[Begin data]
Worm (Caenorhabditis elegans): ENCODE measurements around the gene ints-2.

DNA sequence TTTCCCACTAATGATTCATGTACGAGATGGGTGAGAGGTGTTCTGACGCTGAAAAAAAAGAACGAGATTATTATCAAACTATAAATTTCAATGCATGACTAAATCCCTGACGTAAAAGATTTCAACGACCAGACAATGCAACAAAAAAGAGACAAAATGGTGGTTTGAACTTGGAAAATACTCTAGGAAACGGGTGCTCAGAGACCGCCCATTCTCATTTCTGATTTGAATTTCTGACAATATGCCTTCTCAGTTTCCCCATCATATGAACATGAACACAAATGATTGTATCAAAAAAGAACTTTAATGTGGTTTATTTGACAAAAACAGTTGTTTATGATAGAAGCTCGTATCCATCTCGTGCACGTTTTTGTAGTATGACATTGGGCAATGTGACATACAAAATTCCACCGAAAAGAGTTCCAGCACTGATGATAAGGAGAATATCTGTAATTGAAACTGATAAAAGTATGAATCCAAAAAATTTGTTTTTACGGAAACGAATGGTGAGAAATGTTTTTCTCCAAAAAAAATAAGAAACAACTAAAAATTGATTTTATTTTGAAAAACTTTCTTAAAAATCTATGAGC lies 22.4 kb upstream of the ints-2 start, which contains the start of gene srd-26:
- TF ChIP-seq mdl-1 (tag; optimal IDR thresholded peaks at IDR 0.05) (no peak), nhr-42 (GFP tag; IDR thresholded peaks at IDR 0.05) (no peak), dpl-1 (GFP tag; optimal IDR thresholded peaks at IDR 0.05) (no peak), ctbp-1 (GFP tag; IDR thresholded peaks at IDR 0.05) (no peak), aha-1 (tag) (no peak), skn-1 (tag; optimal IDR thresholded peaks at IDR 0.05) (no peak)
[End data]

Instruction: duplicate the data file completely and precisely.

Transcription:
Worm (Caenorhabditis elegans): ENCODE measurements around the gene ints-2.

DNA sequence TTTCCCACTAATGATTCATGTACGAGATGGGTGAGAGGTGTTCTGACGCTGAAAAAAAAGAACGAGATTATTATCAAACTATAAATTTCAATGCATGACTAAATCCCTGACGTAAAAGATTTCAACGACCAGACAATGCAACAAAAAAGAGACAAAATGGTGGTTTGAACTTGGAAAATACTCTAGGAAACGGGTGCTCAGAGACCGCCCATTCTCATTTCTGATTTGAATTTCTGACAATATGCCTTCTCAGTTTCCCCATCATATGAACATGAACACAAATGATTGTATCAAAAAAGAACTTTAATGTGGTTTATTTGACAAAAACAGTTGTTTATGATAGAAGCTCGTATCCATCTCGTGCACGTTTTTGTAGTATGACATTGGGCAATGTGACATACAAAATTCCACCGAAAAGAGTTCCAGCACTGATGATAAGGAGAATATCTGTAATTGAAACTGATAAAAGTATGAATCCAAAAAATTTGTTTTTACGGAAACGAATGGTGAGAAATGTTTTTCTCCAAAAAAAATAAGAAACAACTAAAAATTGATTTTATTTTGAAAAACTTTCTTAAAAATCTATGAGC lies 22.4 kb upstream of the ints-2 start, which contains the start of gene srd-26:
- TF ChIP-seq mdl-1 (tag; optimal IDR thresholded peaks at IDR 0.05) (no peak), nhr-42 (GFP tag; IDR thresholded peaks at IDR 0.05) (no peak), dpl-1 (GFP tag; optimal IDR thresholded peaks at IDR 0.05) (no peak), ctbp-1 (GFP tag; IDR thresholded peaks at IDR 0.05) (no peak), aha-1 (tag) (no peak), skn-1 (tag; optimal IDR thresholded peaks at IDR 0.05) (no peak)